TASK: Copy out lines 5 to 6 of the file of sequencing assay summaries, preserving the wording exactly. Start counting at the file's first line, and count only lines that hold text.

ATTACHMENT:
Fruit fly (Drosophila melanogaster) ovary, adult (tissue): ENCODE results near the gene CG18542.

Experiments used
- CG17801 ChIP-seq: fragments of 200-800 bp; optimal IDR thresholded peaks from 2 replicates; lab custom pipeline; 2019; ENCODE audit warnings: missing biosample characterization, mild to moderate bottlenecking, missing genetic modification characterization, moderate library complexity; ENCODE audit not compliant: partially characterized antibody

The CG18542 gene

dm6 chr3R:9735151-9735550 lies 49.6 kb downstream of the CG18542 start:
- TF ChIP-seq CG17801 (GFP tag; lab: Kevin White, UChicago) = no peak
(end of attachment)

dm6 chr3R:9735151-9735550 lies 49.6 kb downstream of the CG18542 start:
- TF ChIP-seq CG17801 (GFP tag; lab: Kevin White, UChicago) = no peak